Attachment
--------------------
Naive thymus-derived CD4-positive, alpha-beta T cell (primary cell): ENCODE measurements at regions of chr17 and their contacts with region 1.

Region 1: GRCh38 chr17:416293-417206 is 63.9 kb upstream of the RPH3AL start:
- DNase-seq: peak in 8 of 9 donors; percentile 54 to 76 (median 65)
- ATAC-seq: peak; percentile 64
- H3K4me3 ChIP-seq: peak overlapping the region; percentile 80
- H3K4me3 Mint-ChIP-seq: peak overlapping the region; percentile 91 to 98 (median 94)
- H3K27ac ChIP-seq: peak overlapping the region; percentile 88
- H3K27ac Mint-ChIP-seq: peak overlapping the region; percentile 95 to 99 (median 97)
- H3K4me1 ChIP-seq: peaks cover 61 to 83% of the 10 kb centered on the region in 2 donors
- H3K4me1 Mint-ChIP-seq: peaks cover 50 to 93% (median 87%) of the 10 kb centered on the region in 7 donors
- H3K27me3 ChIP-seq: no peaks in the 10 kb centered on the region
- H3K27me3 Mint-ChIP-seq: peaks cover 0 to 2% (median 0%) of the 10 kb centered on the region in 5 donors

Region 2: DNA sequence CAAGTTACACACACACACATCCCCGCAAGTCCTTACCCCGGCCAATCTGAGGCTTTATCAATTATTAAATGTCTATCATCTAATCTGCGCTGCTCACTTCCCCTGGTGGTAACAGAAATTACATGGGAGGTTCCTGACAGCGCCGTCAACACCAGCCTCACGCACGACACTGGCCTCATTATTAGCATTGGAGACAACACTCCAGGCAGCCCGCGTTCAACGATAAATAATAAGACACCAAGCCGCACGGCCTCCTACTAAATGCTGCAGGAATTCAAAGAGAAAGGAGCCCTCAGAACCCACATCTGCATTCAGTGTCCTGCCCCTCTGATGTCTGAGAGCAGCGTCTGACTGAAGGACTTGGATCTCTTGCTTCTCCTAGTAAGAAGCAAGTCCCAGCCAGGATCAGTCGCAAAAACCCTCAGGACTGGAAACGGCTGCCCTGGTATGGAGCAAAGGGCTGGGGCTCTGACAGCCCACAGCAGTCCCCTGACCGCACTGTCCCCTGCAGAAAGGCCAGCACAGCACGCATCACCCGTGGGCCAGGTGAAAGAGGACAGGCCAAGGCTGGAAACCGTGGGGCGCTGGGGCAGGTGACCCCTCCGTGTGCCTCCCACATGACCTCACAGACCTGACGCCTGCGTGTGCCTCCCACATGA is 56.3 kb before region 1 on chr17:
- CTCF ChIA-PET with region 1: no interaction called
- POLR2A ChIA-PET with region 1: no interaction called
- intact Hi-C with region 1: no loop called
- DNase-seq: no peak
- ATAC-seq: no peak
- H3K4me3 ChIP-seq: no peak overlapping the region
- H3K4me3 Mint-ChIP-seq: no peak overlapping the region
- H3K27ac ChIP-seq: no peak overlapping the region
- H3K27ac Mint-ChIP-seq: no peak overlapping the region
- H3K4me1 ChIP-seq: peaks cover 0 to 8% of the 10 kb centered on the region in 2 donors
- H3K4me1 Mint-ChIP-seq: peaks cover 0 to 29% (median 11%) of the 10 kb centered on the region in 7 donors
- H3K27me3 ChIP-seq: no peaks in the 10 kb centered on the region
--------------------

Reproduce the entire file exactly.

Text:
Naive thymus-derived CD4-positive, alpha-beta T cell (primary cell): ENCODE measurements at regions of chr17 and their contacts with region 1.

Region 1: GRCh38 chr17:416293-417206 is 63.9 kb upstream of the RPH3AL start:
- DNase-seq: peak in 8 of 9 donors; percentile 54 to 76 (median 65)
- ATAC-seq: peak; percentile 64
- H3K4me3 ChIP-seq: peak overlapping the region; percentile 80
- H3K4me3 Mint-ChIP-seq: peak overlapping the region; percentile 91 to 98 (median 94)
- H3K27ac ChIP-seq: peak overlapping the region; percentile 88
- H3K27ac Mint-ChIP-seq: peak overlapping the region; percentile 95 to 99 (median 97)
- H3K4me1 ChIP-seq: peaks cover 61 to 83% of the 10 kb centered on the region in 2 donors
- H3K4me1 Mint-ChIP-seq: peaks cover 50 to 93% (median 87%) of the 10 kb centered on the region in 7 donors
- H3K27me3 ChIP-seq: no peaks in the 10 kb centered on the region
- H3K27me3 Mint-ChIP-seq: peaks cover 0 to 2% (median 0%) of the 10 kb centered on the region in 5 donors

Region 2: DNA sequence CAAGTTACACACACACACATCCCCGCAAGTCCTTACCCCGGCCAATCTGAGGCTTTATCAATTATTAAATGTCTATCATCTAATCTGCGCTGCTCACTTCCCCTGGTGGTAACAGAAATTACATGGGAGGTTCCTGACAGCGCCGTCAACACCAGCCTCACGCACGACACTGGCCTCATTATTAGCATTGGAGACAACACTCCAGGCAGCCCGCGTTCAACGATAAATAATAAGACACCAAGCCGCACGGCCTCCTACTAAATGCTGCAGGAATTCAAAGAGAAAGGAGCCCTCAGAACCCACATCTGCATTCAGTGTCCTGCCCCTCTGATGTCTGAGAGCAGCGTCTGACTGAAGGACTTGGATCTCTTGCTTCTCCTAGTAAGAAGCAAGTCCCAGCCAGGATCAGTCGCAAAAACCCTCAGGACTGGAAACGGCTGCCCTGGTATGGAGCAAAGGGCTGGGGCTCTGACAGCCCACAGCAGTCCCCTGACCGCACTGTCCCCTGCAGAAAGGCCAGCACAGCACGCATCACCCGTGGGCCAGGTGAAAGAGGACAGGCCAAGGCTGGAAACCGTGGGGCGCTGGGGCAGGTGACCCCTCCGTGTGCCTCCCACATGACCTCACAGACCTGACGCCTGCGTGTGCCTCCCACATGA is 56.3 kb before region 1 on chr17:
- CTCF ChIA-PET with region 1: no interaction called
- POLR2A ChIA-PET with region 1: no interaction called
- intact Hi-C with region 1: no loop called
- DNase-seq: no peak
- ATAC-seq: no peak
- H3K4me3 ChIP-seq: no peak overlapping the region
- H3K4me3 Mint-ChIP-seq: no peak overlapping the region
- H3K27ac ChIP-seq: no peak overlapping the region
- H3K27ac Mint-ChIP-seq: no peak overlapping the region
- H3K4me1 ChIP-seq: peaks cover 0 to 8% of the 10 kb centered on the region in 2 donors
- H3K4me1 Mint-ChIP-seq: peaks cover 0 to 29% (median 11%) of the 10 kb centered on the region in 7 donors
- H3K27me3 ChIP-seq: no peaks in the 10 kb centered on the region